Note that the exact laptop as tested was made specially for PC Advisor, and interested buyers should refer to https://www.pcspecialist.co.uk/reviews to see this model priced at £879 inclusive of VAT and delivery.
The PC Specialist Optimus V is billed as a mainstream laptop, but its specifications are pretty impressive by any stretch. Sitting at its heart is the 2.4GHz Intel Core i7-4700MQ processor, a choice from the new Haswell range. Intel's latest batch of chips may have left desktop users slightly underwhelmed, but laptops are more natural territory for them. See Laptop Advisor.
Nonetheless, it's worth remembering that this particular laptop is something of a beast. The PC Specialist Optimus V is not exactly sleek, and feels like a fair weight to support. We weren't very keen on the cooling system, and within an hour the machine was feeling pretty hot on our lap. All in all, this isn't a laptop you're going to be buying for its portability. See all mid-range laptop reviews.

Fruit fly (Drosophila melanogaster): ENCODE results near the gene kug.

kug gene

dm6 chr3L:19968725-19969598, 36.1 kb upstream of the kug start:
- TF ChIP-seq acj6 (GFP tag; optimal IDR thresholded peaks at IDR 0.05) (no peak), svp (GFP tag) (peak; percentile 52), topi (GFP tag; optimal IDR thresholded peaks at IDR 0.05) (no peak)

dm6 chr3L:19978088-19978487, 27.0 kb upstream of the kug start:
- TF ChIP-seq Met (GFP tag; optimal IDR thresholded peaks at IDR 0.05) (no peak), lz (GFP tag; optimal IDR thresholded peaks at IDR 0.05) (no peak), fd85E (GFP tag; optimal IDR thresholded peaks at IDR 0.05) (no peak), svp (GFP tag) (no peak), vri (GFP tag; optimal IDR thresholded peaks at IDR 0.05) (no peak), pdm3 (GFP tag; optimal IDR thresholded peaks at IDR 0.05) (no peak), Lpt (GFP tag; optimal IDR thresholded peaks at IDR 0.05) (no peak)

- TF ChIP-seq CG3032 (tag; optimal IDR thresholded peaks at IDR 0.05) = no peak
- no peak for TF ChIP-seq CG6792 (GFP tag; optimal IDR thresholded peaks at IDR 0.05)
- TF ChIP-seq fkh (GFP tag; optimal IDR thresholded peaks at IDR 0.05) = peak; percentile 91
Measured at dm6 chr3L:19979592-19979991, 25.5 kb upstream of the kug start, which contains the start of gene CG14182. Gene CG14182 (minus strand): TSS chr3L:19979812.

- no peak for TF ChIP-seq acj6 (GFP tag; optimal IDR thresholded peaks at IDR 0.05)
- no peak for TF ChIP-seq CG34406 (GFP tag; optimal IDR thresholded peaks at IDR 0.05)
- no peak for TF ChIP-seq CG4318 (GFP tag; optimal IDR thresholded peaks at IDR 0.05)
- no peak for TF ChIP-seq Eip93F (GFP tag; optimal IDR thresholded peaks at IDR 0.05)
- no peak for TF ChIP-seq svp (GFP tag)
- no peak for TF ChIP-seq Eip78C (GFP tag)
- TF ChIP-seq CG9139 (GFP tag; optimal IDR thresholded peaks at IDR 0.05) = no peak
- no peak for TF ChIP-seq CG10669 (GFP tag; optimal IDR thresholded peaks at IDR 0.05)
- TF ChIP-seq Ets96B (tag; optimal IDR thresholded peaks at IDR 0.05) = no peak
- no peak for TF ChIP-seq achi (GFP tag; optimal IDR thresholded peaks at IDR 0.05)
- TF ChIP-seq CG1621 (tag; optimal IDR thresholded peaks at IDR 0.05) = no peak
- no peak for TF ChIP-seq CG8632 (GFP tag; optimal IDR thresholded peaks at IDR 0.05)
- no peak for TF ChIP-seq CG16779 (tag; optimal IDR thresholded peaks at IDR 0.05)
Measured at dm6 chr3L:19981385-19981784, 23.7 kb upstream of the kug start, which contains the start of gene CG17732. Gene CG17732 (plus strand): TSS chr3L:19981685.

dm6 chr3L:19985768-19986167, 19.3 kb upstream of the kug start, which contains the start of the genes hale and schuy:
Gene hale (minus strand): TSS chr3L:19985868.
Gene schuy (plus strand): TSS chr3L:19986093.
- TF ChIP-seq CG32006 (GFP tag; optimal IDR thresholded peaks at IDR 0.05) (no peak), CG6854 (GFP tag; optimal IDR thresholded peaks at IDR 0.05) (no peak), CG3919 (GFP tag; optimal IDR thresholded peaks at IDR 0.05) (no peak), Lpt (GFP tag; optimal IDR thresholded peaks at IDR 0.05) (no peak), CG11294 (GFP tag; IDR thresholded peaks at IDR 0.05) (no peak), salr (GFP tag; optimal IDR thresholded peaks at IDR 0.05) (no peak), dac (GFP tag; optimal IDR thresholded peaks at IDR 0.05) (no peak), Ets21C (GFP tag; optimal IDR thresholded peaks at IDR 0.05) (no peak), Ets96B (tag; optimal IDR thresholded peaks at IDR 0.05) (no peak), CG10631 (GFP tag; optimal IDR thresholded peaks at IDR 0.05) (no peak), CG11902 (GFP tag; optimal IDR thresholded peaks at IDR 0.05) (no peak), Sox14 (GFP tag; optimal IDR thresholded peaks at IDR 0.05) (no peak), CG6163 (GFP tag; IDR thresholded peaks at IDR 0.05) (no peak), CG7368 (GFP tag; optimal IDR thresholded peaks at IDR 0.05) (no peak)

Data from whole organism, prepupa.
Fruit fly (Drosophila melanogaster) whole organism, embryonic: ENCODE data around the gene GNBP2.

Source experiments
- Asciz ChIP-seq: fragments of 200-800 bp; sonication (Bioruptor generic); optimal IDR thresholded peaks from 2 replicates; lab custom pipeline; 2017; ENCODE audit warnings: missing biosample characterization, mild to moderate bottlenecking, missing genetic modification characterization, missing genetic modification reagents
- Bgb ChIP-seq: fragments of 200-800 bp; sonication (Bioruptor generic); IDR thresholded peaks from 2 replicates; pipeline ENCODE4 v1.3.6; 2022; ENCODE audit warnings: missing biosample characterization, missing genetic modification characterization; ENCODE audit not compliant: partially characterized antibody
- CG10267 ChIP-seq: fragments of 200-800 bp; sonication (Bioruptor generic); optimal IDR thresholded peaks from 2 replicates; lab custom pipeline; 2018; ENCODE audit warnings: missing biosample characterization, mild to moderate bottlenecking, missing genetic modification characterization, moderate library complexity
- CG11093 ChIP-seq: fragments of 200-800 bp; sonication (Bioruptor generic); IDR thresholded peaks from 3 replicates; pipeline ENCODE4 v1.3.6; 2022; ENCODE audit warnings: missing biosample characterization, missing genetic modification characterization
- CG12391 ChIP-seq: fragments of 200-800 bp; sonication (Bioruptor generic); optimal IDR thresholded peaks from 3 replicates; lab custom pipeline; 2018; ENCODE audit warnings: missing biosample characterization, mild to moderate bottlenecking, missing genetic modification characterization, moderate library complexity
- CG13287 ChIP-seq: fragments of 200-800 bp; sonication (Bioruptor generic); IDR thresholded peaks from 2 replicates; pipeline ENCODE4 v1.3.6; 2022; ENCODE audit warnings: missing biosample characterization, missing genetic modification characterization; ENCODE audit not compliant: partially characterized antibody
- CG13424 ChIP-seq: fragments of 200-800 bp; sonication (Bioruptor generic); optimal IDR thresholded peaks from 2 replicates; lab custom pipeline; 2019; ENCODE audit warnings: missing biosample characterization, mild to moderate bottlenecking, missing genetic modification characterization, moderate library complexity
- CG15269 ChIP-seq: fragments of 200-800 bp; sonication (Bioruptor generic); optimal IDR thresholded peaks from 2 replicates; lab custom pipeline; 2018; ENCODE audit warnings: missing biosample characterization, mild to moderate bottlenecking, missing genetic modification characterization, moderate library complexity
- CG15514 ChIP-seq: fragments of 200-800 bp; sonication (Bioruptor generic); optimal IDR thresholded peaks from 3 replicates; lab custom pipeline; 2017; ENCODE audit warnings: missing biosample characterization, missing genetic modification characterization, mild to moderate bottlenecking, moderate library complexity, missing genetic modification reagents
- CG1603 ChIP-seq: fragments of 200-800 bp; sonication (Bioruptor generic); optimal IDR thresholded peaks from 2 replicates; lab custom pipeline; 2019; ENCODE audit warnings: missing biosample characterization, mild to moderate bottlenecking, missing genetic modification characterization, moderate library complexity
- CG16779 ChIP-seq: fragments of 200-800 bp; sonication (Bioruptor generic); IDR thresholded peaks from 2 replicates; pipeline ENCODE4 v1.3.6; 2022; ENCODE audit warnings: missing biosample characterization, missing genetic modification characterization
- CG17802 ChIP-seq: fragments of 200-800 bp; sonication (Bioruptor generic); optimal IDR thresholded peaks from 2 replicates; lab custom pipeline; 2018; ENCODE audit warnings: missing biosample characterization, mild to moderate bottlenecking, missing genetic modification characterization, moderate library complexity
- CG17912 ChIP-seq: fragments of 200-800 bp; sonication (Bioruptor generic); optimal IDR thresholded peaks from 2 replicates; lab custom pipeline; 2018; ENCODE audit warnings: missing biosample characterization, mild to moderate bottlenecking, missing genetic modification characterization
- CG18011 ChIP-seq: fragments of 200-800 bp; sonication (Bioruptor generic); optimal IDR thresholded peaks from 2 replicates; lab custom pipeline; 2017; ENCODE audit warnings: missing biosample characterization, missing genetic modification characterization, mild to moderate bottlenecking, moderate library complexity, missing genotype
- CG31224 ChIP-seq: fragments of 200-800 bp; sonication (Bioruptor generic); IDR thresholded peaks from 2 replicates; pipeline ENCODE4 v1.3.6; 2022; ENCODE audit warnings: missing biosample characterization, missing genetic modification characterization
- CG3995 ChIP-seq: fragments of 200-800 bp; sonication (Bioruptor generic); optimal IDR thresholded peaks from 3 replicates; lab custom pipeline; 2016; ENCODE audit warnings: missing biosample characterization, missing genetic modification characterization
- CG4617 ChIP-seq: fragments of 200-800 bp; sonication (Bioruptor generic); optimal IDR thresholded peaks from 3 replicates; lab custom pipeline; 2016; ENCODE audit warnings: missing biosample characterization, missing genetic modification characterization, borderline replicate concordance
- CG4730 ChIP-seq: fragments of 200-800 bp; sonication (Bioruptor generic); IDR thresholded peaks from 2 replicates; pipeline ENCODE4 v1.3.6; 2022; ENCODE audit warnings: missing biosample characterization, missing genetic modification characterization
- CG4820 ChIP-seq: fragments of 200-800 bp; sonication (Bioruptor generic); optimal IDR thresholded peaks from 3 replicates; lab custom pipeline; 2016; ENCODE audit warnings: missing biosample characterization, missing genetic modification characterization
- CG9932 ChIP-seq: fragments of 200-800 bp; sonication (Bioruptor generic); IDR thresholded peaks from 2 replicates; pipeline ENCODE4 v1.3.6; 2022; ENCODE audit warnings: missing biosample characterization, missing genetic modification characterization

Neither is the battery life revolutionary. We got three hours and 29 minutes from the 8-cell lithium-ion in MobileMark, which is a pnot unexpected runtime for a laptop with an i7 processor and a 17.3in screen – the not dissimilar (minus Haswell) PC Specialist Optimus IV scored only 2 hours and 55 minutes, by comparison. See also: Group test - what's the best sub-£1000 laptop?
All in all, the PC Specialist Optimus V isn't specified to get the most out of Haswell. Nonetheless, it's got some very good features. That Haswell chip is backed up by 8GB of 1600MHz DDR3 memory, Kingston Hyper-X Genesis, in a setup that feels remarkably similar to that of the Schenker XMG A523.
Indeed, the machines offered very similar speed figures. The PC Specialist Optimus V scored a mighty 6099 points in PCMark 7. This is only 36 points slower than the Schenker, and in truth, these scores are so similar as to be virtually identical. It certainly suggests good underlying performance for this machine, as very few laptops have until recently been able to crack the 6000 mark.
This great showing is due, in no small part, to the provision of SSD technology, and the 120GB Kingston V300 drive gives the PC Specialist Optimus V an extra injection of acceleration at all the right times.